In about a week, Prime Minister Narendra Modi will return to Banistan. No, this isn’t a domestic departure from his global travels (some unkind critics have said the only way to keep him going on foreign trips is to get him non-skid shoes). Rather, it’ll be his second consecutive visit to the UN during its general assembly session, lead, of course, by secretary general Ban ki-Moon.
New York isn’t his only destination. He’ll also be in Silicon Valley, moshing with the crowds at yet another public reception, while campus-hopping to the sprawling HQs of Facebook, Google and Tesla.
His destinations won’t just be on the opposite coasts of the country, but will cross two opposing mindsets: From a digital heartland to a bureaucratic wasteland, as different from each other as chalk and chips. Ironically, that place of slow-moving objectives is in a city that’s vibrant, while the swift-mode centre is situated within America’s suburban dreariness.
It may just be ironic that the headquarters of the United Nations in midtown Manhattan is in a locality that’s known as Turtle Bay. Here, change is as distant as it can be instant at those locations on that other coast.
Obviously, the prime minister’s agenda will include lobbying for reform in the UN Security Council. Nineteen seventy-one marked the last change in composition of that body, when China replaced Taiwan on the UNSC. In that year, computers with the power of your smartphone would need to occupy a space as large as the UN headquarters. The current CEO of Google, Sundar Pichai, wasn’t even born.
In fact, the current clamour for reforms commenced in the early 1990s and the collective period of the process is almost equal to the cumulative age of Google, Facebook and Twitter. If Silicon Valley had been a UN enterprise, we would probably still be debating 18 different versions of proposals for upgrading of telex machines.
There is, we are told, much reason for optimism about UNSC reform during the 70th anniversary of its parent organisation. A text has been adopted for negotiations on that issue. Formally, the UN noted: “The Assembly, by the text, decided it would convene the Open-ended Working Group on the Question of Equitable Representation on and Increase in the Membership of the Security Council and Other Matters related to the Security Council during the seventieth session, if Member States so decided.”
In UN-speak, there was disagreement over whether Rev2 or Rev3 were being discussed. That’s just about the only time the term rev appears in the context of this global body. The alphabet groups that comprise pressure points within the UN system were souped up: The C10 wanted one version, the L69 another, G4 (of which India is a part along with Germany, Japan and Brazil) a third.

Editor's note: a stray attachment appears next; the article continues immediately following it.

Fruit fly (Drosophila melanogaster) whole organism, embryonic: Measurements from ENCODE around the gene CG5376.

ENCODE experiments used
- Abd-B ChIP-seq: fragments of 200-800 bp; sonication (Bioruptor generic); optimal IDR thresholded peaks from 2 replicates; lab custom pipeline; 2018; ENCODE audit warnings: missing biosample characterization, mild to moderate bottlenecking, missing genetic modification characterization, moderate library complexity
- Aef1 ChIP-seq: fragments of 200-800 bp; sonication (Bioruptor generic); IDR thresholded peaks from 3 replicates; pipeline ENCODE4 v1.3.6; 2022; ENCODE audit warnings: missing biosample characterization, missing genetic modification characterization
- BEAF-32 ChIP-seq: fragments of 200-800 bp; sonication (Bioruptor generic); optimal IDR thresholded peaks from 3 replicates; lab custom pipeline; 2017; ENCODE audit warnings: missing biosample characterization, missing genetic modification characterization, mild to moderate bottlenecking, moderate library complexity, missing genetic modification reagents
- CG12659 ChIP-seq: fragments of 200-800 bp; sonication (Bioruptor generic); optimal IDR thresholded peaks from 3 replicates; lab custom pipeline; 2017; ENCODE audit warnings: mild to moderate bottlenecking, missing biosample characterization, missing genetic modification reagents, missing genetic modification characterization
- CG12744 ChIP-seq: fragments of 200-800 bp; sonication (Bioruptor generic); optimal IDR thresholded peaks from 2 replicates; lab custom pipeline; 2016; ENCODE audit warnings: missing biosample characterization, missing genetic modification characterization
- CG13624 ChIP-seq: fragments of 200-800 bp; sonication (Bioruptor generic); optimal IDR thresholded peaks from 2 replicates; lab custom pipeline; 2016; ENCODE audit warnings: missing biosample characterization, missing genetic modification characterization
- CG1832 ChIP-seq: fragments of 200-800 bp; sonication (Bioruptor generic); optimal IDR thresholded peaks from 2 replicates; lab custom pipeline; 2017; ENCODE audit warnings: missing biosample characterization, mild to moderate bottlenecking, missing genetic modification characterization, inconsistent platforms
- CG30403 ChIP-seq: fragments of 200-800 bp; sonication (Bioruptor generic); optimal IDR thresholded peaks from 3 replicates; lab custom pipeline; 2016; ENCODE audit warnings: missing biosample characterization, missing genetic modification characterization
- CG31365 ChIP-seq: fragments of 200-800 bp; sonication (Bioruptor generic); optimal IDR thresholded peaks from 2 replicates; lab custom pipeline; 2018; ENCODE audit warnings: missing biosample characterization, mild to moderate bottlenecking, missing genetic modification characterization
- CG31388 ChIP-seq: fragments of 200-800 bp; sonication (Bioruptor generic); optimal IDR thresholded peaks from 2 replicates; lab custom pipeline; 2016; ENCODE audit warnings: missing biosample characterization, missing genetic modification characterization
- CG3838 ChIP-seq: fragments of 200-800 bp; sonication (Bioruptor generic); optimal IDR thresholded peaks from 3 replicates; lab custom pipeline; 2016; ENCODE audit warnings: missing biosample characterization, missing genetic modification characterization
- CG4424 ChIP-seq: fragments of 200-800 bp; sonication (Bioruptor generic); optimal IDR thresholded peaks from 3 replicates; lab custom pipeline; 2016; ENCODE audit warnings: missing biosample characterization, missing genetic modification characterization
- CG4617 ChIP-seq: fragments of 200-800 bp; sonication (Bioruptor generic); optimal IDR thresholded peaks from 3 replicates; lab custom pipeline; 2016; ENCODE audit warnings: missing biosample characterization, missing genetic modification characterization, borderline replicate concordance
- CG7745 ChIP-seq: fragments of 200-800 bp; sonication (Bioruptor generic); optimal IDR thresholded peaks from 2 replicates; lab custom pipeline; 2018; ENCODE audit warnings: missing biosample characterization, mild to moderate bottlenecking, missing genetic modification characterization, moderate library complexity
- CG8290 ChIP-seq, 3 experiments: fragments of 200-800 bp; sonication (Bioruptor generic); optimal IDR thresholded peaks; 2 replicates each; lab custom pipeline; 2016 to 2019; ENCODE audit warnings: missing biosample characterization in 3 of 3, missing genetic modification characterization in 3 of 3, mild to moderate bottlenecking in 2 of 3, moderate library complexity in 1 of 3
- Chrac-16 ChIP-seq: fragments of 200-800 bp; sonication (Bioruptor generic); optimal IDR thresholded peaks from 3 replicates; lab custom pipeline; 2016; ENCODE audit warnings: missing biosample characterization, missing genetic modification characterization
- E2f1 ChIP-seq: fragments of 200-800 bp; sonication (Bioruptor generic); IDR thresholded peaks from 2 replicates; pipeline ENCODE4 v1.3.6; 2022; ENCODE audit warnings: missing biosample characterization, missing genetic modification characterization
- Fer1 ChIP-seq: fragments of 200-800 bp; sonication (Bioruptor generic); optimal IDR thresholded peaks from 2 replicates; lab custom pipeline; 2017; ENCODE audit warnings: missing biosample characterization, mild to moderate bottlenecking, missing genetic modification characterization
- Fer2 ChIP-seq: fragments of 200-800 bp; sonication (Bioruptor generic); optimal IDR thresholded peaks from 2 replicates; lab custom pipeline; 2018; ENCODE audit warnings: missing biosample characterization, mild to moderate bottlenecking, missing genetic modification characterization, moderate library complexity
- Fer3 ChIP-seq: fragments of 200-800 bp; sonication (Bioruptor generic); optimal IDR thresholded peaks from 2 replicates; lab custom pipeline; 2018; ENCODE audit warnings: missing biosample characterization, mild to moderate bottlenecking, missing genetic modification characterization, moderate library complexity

Uniting for Consensus, a group that includes Pakistan, doesn’t even want more permanent members, just that the UN keep its own caste system in place. That’s perfectly fine with permanent members, China, Russia and the United States, which didn’t even want their views cast into that context. So much for textual healing of an ailment afflicting the UN for seven decades.
Let’s be real, however much the prime minister may campaign for expansion of the permanent seats, that’s not happening without the P5 being on board.
Only in the United Nations can such a negotiating instrument be described as ‘historic’. In Silicon Valley, a document that comprises ideas, many outdated, generated over generations of failure, would be described as prehistoric.
Modi will arrive at the UN after completing his tour of the Valley, speaking to another fawning audience in San Jose, talking to frothy tech leaders in places like Santa Clara and Fremont. This is where digital initiatives will gather momentum or a renewables thirst receive a thrust.
It will take the prime minister’s plane about six hours to traverse the breadth of America, from northern California to New York City, but in terms of the venues for his visits, these places are light-years apart: From a broadband corridor to a centre of narrow concerns.
(Anirudh Bhattacharyya is a Toronto-based commentator on American affairs. The views expressed are personal)